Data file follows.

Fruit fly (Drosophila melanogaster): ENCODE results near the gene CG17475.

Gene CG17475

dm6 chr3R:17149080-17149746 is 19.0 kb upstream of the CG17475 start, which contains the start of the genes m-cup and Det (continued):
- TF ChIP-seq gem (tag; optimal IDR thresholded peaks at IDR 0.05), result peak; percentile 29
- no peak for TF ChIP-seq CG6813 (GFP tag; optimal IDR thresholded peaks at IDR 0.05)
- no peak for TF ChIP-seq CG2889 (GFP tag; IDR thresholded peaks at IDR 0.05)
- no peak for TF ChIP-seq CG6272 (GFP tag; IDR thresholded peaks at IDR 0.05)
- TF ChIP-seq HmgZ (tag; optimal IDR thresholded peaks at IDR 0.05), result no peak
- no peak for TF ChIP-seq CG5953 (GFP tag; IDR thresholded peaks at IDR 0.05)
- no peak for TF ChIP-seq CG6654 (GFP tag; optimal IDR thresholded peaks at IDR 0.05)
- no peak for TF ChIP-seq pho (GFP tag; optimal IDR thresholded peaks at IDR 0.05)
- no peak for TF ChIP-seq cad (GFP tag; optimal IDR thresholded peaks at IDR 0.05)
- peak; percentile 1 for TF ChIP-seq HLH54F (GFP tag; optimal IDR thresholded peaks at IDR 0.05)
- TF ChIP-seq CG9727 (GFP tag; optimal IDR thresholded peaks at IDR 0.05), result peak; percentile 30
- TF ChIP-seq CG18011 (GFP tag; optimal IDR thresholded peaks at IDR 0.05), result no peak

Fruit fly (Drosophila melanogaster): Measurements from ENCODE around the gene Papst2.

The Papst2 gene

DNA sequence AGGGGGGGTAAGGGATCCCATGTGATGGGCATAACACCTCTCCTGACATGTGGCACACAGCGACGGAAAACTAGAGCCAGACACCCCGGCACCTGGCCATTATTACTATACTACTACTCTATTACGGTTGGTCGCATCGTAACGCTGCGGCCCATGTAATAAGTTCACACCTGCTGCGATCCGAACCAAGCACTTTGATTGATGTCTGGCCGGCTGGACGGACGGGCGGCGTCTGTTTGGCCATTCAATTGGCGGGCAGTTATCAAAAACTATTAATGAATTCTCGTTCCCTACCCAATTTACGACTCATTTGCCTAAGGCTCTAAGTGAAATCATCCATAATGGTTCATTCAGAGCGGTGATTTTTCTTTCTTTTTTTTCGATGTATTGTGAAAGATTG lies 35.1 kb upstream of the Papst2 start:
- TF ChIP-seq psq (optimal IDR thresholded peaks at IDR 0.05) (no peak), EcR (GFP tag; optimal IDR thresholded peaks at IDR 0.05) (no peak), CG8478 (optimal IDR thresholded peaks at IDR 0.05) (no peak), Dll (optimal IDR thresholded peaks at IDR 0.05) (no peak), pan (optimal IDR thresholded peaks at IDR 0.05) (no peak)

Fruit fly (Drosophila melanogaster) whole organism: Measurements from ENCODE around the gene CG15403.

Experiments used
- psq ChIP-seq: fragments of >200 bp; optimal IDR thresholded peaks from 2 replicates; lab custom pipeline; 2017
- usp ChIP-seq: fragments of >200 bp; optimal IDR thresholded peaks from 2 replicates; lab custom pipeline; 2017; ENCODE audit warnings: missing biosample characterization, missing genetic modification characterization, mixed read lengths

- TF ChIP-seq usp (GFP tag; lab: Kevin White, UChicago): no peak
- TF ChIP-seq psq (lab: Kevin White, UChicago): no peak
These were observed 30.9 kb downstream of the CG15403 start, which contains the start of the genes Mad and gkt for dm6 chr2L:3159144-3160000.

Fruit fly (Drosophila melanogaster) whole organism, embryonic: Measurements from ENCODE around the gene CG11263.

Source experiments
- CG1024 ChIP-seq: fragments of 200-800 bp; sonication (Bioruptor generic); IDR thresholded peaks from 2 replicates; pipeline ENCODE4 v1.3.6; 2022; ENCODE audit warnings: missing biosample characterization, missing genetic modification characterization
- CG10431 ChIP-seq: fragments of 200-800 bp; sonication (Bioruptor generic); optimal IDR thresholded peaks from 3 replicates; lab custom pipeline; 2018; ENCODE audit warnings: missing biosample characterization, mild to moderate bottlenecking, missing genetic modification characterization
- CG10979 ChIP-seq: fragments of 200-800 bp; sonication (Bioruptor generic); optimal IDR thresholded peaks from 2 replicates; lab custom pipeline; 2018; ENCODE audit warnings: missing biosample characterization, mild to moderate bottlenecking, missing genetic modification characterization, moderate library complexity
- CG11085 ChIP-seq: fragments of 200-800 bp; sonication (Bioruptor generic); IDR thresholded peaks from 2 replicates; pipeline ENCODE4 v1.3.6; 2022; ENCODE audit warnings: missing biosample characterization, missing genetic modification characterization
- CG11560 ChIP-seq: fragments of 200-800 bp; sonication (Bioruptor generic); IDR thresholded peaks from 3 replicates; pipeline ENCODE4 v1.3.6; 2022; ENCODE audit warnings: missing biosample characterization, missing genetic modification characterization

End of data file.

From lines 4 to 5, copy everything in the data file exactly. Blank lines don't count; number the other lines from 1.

- TF ChIP-seq gem (tag; optimal IDR thresholded peaks at IDR 0.05), result peak; percentile 29
- no peak for TF ChIP-seq CG6813 (GFP tag; optimal IDR thresholded peaks at IDR 0.05)